Conventional evidence supports a negative dose-dependent association between single baseline CVH and all-cause mortality, suggesting that lower CVH is associated with a higher risk of all-cause mortality compared with higher CVH [56]. However, positive dose-response associations within certain intervals have also been reported [57], which may be related to confounding by unmeasured disease or subclinical symptoms, but regrettably, these LS7 studies have found no threshold effect. Sleep duration has been found to have an inverse L-shaped association with the risk of all-cause mortality, with a threshold effect showing an optimal critical value of approximately 9 h [58]. Our study extended previous investigations by adding sleep indicators and found the optimal threshold based on a negative dose-response association between overall CVH score and risk of cancer and death. The risks of cancer and all-cause mortality were dramatically reduced when baseline and trajectory LE8 scores were above optimal thresholds after controlling for confounders. Our findings suggest that the presence of a critical score quantification point can make a slight improvement in the total CVH score and lead to a significant reduction in cancer and death. This is a remarkably substantial finding in this study. Especially for those who are susceptible to cancer or other chronic diseases, some of them may be unable to obtain consistently high CVH scores due to functional or other limitations, so if they can work toward a threshold score, it could significantly reduce their risk of cancer and death. Thus, the finding of a threshold node for CVH score benefits both cancer and mortality risk improvement, while a lower threshold score for death compared to cancer was observed. That implies that improvements in CVH would be more likely to benefit mortality, a small improvement in total CVH score could lead to a large reduction in mortality. Overall, targeted programs and health policies targeting LE8 factors with lower scores are encouraged to improve the total population-level LE8 score. When LE8 threshold scores are adopted and enhanced by the population, cancer and death risks can be effectively reduced. The discovery of threshold effects improves the sensitivity of measuring CVH changes over time at the individual and population levels and may help researchers, policymakers and health systems develop standardized tools for targeting precision interventions.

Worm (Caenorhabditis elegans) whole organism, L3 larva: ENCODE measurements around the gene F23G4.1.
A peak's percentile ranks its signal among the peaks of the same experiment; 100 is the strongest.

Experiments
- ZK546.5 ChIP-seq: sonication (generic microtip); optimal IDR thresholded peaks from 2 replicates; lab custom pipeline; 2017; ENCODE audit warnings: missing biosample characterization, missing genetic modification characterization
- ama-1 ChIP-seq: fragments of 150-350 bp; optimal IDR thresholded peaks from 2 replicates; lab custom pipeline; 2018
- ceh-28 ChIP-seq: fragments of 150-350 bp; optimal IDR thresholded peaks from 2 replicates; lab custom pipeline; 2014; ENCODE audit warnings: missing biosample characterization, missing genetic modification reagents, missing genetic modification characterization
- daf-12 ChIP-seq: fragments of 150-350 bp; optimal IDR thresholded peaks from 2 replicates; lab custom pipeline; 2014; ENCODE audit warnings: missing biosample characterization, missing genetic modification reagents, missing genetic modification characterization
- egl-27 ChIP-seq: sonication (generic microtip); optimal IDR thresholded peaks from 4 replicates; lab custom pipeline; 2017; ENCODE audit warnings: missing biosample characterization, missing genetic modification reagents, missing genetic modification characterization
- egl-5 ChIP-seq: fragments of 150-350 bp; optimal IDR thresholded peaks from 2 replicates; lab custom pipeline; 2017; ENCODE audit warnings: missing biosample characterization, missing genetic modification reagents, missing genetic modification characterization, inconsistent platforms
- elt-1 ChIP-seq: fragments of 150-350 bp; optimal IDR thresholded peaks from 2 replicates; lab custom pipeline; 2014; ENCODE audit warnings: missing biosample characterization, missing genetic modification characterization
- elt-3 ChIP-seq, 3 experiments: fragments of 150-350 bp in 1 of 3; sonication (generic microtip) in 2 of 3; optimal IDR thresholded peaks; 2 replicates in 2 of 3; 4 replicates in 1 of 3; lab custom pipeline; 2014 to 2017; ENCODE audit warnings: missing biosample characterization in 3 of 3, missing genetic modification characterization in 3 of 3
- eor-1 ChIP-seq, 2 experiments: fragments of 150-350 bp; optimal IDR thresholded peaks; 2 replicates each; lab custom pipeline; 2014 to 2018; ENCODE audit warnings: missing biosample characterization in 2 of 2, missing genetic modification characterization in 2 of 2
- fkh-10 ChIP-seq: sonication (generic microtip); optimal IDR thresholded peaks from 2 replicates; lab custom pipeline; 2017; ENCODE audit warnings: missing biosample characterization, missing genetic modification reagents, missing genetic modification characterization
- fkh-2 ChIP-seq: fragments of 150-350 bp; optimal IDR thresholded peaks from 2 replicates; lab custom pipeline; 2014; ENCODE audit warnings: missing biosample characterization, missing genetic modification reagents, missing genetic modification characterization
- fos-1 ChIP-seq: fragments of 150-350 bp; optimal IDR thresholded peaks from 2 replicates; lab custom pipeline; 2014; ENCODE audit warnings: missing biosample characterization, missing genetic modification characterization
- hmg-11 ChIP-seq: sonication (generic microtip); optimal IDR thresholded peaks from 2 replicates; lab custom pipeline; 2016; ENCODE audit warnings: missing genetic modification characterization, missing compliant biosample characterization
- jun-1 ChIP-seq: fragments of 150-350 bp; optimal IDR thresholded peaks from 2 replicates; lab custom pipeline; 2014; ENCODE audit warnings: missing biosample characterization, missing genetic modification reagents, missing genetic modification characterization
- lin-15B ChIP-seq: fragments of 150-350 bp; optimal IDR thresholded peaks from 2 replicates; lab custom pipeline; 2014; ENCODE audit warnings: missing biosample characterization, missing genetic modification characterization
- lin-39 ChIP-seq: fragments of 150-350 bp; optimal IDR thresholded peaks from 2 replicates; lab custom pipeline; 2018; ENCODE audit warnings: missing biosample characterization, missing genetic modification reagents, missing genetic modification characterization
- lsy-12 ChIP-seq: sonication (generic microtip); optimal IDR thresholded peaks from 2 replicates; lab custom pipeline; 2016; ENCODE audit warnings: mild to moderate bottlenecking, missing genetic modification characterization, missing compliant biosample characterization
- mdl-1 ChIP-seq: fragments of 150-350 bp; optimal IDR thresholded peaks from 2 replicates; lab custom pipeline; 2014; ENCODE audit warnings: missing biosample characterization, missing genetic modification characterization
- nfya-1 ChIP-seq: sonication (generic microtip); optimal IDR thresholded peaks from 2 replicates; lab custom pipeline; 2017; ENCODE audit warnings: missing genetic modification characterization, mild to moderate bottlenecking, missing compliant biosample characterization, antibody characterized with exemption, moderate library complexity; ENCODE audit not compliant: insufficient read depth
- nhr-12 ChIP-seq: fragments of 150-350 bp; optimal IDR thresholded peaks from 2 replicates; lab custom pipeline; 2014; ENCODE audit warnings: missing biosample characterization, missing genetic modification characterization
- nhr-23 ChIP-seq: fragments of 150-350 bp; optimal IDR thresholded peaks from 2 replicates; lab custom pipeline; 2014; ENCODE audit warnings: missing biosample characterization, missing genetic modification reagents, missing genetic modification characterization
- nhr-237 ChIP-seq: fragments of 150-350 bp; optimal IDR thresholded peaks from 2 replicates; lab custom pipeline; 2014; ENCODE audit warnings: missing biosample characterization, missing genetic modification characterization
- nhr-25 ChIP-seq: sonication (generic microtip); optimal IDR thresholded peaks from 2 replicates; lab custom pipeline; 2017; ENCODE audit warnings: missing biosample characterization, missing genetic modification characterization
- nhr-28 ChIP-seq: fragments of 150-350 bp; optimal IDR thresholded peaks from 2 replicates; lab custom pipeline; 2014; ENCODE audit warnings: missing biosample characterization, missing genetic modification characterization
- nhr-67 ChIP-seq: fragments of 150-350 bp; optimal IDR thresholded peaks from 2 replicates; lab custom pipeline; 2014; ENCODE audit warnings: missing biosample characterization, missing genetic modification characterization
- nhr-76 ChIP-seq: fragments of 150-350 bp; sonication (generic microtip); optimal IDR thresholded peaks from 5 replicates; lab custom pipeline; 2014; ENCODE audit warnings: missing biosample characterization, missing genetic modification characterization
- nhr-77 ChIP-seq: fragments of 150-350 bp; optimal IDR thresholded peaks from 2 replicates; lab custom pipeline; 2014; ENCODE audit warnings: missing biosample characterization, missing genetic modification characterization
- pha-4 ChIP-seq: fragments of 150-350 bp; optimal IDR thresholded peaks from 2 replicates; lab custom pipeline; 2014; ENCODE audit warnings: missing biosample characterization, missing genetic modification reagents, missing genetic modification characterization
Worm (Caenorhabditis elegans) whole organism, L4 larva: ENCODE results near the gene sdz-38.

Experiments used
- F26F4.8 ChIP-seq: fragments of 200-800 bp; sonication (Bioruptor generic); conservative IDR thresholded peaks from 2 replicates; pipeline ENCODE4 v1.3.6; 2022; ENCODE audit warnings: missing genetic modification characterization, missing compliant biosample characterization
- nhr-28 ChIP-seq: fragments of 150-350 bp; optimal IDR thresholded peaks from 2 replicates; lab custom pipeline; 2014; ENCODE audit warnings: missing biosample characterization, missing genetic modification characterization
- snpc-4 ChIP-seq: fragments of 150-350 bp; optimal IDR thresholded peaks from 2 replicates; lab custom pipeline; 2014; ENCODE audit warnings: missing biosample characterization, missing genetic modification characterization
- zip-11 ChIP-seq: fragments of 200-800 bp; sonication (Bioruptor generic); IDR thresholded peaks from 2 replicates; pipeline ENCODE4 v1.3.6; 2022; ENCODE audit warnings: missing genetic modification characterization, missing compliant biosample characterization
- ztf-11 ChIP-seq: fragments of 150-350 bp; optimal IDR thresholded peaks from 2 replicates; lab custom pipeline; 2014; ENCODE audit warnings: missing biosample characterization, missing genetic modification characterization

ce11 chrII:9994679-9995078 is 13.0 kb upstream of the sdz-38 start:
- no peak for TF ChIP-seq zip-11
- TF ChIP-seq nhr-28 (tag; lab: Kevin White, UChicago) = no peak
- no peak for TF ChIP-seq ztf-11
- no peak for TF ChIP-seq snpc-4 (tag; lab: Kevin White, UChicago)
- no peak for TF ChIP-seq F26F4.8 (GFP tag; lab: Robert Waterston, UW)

Strengths and limitations